Orthotic helmets and active repositioning are the most common treatments for deformational plagiocephaly (DP). Existing evidence is not sufficient to objectively inform decisions between these options. A three-dimensional (3D), whole-head asymmetry analysis was used to rigorously compare outcomes of these 2 treatment methods.
Whole-head 3D surface scans of 70 infants with DP were captured before and after treatment by using stereophotogrammetric imaging technology. Helmeted (n = 35) and nonhelmeted/actively repositioned (n = 35) infants were matched for severity of initial deformity. Surfaces were spatially registered to a symmetric template, which was deformed to achieve detailed right-to-left point correspondence for every point on the head surface. A ratiometric asymmetry value was calculated for each point relative to its contralateral counterpart. Maximum and mean asymmetry values were determined. Change in mean and maximum asymmetry with treatment was the basis for group comparison.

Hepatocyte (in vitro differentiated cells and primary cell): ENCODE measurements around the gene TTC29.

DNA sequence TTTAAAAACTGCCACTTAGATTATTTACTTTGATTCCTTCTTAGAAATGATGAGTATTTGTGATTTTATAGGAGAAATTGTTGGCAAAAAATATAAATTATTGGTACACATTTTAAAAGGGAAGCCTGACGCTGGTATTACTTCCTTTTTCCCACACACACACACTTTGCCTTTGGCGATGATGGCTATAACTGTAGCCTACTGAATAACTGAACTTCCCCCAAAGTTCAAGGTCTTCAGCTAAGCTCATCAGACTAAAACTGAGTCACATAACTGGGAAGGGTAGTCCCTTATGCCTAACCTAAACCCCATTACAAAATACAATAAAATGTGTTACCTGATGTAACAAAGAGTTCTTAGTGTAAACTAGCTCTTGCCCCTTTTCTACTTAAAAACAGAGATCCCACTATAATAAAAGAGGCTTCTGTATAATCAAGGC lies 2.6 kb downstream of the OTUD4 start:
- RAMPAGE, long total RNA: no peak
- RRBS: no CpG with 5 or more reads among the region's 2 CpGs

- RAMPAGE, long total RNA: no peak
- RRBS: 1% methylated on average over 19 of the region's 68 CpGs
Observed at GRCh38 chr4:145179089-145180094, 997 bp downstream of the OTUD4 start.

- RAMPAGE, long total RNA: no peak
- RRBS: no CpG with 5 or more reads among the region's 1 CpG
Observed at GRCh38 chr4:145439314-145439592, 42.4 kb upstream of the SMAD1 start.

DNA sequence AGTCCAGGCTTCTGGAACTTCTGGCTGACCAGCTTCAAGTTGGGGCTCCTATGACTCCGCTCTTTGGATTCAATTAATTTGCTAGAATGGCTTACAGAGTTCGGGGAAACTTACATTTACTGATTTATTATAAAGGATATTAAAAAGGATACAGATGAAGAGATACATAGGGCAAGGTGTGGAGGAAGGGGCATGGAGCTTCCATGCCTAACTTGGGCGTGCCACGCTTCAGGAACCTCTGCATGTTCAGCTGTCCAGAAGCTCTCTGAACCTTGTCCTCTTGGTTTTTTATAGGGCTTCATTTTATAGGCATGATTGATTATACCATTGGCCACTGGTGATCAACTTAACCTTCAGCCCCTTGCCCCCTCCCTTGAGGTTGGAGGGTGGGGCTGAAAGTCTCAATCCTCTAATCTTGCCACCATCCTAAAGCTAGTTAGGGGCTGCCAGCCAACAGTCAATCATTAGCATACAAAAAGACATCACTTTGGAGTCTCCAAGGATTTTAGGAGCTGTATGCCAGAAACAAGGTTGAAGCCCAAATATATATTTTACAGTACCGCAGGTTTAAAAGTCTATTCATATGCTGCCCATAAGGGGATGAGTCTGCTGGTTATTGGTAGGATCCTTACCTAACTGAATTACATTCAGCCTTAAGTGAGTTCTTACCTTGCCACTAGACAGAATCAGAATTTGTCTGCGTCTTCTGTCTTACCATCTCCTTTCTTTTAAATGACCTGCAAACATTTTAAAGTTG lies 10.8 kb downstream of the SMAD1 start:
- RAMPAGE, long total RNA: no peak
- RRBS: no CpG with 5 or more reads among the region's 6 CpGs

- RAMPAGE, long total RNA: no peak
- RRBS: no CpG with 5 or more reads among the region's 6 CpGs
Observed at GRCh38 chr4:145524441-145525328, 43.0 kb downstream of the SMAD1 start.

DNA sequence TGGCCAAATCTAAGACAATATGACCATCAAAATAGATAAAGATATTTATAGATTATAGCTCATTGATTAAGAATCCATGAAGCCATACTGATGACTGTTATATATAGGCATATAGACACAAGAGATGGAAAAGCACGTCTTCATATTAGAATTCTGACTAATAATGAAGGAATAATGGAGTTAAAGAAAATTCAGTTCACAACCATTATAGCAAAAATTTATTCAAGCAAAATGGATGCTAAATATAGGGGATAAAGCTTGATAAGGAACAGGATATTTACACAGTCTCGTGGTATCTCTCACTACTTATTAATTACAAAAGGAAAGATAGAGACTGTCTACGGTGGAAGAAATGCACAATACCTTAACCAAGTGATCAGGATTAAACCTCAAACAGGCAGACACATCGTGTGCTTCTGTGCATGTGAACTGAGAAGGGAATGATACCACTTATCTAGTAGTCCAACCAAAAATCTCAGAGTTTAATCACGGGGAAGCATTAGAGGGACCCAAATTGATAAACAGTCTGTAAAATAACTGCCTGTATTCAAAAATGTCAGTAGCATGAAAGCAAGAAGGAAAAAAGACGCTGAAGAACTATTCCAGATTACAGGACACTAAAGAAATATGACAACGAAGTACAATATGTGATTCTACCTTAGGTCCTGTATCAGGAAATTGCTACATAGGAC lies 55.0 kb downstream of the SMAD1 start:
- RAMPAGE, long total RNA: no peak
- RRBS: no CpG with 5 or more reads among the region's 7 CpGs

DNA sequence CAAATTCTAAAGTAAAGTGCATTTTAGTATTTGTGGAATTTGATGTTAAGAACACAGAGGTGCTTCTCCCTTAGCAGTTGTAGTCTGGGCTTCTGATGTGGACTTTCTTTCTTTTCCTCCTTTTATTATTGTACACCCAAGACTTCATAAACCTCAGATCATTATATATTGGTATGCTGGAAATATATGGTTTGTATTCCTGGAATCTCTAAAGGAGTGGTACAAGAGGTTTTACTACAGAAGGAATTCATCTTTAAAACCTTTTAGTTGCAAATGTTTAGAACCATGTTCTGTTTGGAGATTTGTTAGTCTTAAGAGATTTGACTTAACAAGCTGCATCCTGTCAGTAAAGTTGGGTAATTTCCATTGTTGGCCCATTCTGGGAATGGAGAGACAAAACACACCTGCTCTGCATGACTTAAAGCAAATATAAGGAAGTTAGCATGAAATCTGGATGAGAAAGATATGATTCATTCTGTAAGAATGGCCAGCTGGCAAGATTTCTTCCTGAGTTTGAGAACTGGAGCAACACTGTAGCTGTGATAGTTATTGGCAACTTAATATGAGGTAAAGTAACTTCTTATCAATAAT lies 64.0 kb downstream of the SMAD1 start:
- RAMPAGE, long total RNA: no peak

The helmeted group had a larger reduction than the repositioned group in both maximum (4.0% vs 2.5%; P = .02) and mean asymmetry (0.9% vs 0.5%; P = .02). The greatest difference was localized to the occipital region.
Whole-head 3D asymmetry analysis is capable of rigorously quantifying the relative efficacy of the 2 common treatments of DP. Orthotic helmets provide statistically superior improvement in head symmetry compared with active repositioning immediately after therapy. Additional studies are needed to (1) establish the clinical significance of these quantitative differences in outcome, (2) define what constitutes pathologic head asymmetry, and (3) determine whether superiority of orthotic treatment lasts as the child matures.